Thursday, October 6, 2011

The Very Serious Dangers of Baby Oil (Yes, Really!)

It smells nice and it's soothing for baby. But who would think such an old-time product, a nursery staple, could injure and kill?

Baby oil, along with other common household oils for massage, hair, and bath, essential oils, eucalyptus and camphor oils, are responsible for a disturbingly large amount of reported ingestion accidents to young children.

Toxicologist Dr Naren Gunja from NSW Poisons Information Center at Westmead Hospital in Australia says most parents don't realize the danger.

"Once the child has ingested it depending on how much they ingest then it could be too late. Over a period of time, the child can die," says Dr Gunja.

"It is a gradual process that can take several days, two weeks to die."

Mums Gabby and Soraya say the drama started when their kids, Natalia, 4, and Gabriel, 3, were playing together. They discovered the two splashing baby oil over them and they'd drunk some.
Soon, both kids were having difficulty breathing. Natalia was also vomiting, Daniel had a rash. An ambulance rushed them to hospital - the doctors' warnings were grim.

"He listened to his lungs for quite a while and he said 'he looks ok' and - this was just horrible - he said 'look, there's nothing we can do, this is something that if your child has done this, and it's in his lungs there is nothing that we can do'," says Soraya.

When Gabby and Soraya checked the internet for accidents and side-effects they discovered the horrors - in the US, 20 kids a year die from breathing in household oils, 5 deaths are from baby oil. In total, around 80,000 household oil ingestion accidents are reported to the US Poisons Center yearly.
"The death the child goes through is absolutely horrific, the latest boy to die in America was Jayden Bryson, 18 months old, it took him 28 days to die, he suffocated to death," explains Soraya.

Why so toxic? Look at the ingredients and you see baby oil, sunscreen oil, bath, body and massage oils, make-up removers, nail enamel dryers, eucalyptus, camphor and clove oils - are all made from mineral oil, a petroleum ingredient from crude oil.

Mineral oils contain hydrocarbons, a real danger to the stomach and especially the lungs - which can stop working.

"A mouthful of baby oil ingested by a child is enough to cause the child to vomit and if they breath that into their lungs that is enough to cause lung inflammation . . . .  if enough of that happens it could lead to death," says Dr Gunja.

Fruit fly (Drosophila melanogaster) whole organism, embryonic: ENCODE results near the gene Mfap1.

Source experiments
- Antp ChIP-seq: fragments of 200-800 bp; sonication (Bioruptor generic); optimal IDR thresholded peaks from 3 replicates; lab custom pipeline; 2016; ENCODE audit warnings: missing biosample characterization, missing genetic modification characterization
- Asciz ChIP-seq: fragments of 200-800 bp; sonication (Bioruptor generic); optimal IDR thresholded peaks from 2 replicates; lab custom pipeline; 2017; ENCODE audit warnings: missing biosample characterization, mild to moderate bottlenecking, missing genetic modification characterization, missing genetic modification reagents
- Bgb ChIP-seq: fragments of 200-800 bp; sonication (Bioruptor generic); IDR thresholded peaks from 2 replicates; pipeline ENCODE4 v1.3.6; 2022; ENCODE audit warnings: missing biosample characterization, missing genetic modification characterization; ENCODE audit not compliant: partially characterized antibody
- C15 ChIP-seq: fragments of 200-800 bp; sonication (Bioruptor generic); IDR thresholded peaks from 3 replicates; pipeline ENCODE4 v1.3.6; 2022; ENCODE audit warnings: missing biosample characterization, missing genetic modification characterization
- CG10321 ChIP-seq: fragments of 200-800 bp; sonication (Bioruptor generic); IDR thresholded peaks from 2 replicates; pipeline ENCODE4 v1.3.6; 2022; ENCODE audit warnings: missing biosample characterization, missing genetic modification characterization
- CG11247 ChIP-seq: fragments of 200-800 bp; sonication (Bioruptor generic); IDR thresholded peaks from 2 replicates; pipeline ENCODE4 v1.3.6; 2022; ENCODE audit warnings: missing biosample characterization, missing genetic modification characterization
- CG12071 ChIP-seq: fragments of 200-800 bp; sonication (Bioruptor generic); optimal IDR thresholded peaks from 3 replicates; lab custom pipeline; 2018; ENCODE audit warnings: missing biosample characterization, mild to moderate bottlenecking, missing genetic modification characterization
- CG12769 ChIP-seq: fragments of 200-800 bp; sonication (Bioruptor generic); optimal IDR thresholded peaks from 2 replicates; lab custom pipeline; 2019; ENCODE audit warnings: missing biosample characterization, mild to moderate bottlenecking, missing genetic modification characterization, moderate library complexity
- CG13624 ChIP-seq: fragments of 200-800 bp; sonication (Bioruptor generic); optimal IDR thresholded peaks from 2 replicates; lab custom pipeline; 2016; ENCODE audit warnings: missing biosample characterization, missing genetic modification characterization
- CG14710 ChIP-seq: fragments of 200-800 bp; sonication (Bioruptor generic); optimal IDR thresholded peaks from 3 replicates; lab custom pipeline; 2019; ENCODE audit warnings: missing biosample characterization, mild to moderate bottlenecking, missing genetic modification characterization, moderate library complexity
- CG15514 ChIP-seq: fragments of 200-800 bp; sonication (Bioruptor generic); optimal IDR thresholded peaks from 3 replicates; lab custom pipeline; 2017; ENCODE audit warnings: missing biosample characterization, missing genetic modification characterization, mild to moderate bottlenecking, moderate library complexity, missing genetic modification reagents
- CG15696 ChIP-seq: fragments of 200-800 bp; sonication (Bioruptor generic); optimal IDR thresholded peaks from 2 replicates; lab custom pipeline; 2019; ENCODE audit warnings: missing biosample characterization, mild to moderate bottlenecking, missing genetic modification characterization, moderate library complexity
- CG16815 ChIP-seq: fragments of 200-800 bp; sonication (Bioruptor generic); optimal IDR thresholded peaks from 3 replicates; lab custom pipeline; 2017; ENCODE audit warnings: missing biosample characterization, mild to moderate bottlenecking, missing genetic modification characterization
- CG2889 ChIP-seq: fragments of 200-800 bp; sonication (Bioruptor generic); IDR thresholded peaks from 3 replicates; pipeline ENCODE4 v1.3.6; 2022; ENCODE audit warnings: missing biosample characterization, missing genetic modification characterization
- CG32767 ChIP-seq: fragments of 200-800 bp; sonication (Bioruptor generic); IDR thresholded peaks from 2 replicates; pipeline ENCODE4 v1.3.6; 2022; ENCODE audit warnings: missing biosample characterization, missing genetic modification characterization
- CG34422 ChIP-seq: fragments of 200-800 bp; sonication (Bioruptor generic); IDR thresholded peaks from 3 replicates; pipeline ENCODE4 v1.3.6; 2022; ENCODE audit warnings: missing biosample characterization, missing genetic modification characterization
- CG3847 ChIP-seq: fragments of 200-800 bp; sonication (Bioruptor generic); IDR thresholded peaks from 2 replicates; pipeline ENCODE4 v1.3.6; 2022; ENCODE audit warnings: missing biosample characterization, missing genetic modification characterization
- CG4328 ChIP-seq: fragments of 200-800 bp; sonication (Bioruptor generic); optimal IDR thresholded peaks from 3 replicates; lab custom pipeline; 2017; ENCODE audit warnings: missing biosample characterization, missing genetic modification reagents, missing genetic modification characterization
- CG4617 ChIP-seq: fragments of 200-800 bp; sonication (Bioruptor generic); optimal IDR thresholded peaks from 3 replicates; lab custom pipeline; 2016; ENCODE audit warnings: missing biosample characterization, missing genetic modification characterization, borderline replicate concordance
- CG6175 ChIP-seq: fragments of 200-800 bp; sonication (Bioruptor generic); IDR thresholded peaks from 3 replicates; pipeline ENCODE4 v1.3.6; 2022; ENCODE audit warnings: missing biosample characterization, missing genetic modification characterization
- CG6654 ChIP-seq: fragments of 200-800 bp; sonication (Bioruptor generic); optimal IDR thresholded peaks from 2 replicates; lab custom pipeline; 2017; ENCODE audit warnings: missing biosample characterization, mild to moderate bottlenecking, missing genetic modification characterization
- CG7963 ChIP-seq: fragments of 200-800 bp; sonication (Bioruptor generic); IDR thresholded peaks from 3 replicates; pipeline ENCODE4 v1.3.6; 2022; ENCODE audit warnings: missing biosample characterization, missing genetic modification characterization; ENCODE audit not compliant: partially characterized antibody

Mineral oils are also used for cleaning, as industrial and mechanical lubricants, in cosmetics and even pesticides. And, apart from they've been blamed for a range of health problems - allegedly acne, premature aging of skin, and other skin disorders, impeding normal cell development and possibly causing vitamin deficiency.

Luckily, Gabriel and Natalia survived their ordeal. Seven years ago the US Consumer Product Safety Commission made child-resistant packaging mandatory for oily liquids containing hydrocarbons - like baby oils, bath, body, hair and massage oils, and sunscreens. So, Johnson and Johnson Baby Oil sold in America has the compulsory child-proof lid. Why not in Australia?

When contacted by the Australian news show, Today Tonight, Johnson and Johnson would not appear on camera.  J&Js email to the show stated that their Baby Oil has been sold in Australia for 48 years and that these reports of accidents were the first they'd received of a potentially serious health issue. Yet, they must be aware it was the accidents and deaths in America that forced them to put child-resistant caps on their oil there.
Johnson & Johnson is, after 48 years, going to change to child resistant caps on all its baby oil products in Australia and worldwide.

Further information:

Hydrocarbons are compounds that are also present in many household products like:

          •  Gasoline          •  Kerosene
          •  Lamp oil
          •  Paint thinner
          •  Furniture polish
          •  Lighter fluid
          •  Lubricating oils
          •  Solvents

  If a hydrocarbon gets on your skin, wash well with soap and water; hydrocarbons can cause   burns if left on the skin.

If you swallow a hydrocarbon, wipe out your mouth; hydrocarbons can be an irritant to the stomach, causing nausea, vomiting, and diarrhea. Do not induce vomiting or give large amounts of fluid.
Call the poison center right away for specific recommendations if you come in contact with a hydrocarbon.

If your child chokes on a hydrocarbon, it can be drawn into the lungs, causing a chemical pneumonia that can be potentially life threatening.

Click here to link to our inhalants page for more information about hydrocarbons and inhalant abuse.

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